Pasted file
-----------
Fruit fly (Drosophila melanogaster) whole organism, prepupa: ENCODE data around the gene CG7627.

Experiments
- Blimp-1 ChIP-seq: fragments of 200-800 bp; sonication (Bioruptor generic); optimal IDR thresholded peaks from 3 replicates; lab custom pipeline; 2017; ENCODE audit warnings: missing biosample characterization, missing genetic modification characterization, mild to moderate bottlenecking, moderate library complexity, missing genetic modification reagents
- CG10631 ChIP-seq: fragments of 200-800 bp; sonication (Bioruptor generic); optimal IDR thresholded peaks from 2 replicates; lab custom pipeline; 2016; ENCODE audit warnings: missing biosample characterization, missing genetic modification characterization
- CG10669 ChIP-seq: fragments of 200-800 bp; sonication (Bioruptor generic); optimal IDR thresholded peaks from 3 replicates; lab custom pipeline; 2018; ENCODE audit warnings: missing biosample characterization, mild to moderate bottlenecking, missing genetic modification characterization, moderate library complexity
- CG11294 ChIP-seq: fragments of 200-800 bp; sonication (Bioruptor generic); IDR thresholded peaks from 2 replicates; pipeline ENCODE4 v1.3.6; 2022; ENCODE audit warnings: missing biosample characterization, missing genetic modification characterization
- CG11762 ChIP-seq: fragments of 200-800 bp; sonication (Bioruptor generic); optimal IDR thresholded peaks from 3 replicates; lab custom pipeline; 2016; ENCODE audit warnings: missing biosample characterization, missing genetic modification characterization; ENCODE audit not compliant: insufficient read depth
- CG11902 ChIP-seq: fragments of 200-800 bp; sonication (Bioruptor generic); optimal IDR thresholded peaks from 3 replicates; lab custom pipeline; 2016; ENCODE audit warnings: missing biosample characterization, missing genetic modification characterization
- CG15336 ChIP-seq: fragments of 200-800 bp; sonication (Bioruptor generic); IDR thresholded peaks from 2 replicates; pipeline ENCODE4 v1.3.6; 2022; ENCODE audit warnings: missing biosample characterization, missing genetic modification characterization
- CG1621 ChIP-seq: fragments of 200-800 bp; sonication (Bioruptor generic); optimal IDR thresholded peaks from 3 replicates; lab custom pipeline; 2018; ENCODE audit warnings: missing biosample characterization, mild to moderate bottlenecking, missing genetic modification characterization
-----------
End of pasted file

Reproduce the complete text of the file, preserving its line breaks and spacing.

Fruit fly (Drosophila melanogaster) whole organism, prepupa: ENCODE data around the gene CG7627.

Experiments
- Blimp-1 ChIP-seq: fragments of 200-800 bp; sonication (Bioruptor generic); optimal IDR thresholded peaks from 3 replicates; lab custom pipeline; 2017; ENCODE audit warnings: missing biosample characterization, missing genetic modification characterization, mild to moderate bottlenecking, moderate library complexity, missing genetic modification reagents
- CG10631 ChIP-seq: fragments of 200-800 bp; sonication (Bioruptor generic); optimal IDR thresholded peaks from 2 replicates; lab custom pipeline; 2016; ENCODE audit warnings: missing biosample characterization, missing genetic modification characterization
- CG10669 ChIP-seq: fragments of 200-800 bp; sonication (Bioruptor generic); optimal IDR thresholded peaks from 3 replicates; lab custom pipeline; 2018; ENCODE audit warnings: missing biosample characterization, mild to moderate bottlenecking, missing genetic modification characterization, moderate library complexity
- CG11294 ChIP-seq: fragments of 200-800 bp; sonication (Bioruptor generic); IDR thresholded peaks from 2 replicates; pipeline ENCODE4 v1.3.6; 2022; ENCODE audit warnings: missing biosample characterization, missing genetic modification characterization
- CG11762 ChIP-seq: fragments of 200-800 bp; sonication (Bioruptor generic); optimal IDR thresholded peaks from 3 replicates; lab custom pipeline; 2016; ENCODE audit warnings: missing biosample characterization, missing genetic modification characterization; ENCODE audit not compliant: insufficient read depth
- CG11902 ChIP-seq: fragments of 200-800 bp; sonication (Bioruptor generic); optimal IDR thresholded peaks from 3 replicates; lab custom pipeline; 2016; ENCODE audit warnings: missing biosample characterization, missing genetic modification characterization
- CG15336 ChIP-seq: fragments of 200-800 bp; sonication (Bioruptor generic); IDR thresholded peaks from 2 replicates; pipeline ENCODE4 v1.3.6; 2022; ENCODE audit warnings: missing biosample characterization, missing genetic modification characterization
- CG1621 ChIP-seq: fragments of 200-800 bp; sonication (Bioruptor generic); optimal IDR thresholded peaks from 3 replicates; lab custom pipeline; 2018; ENCODE audit warnings: missing biosample characterization, mild to moderate bottlenecking, missing genetic modification characterization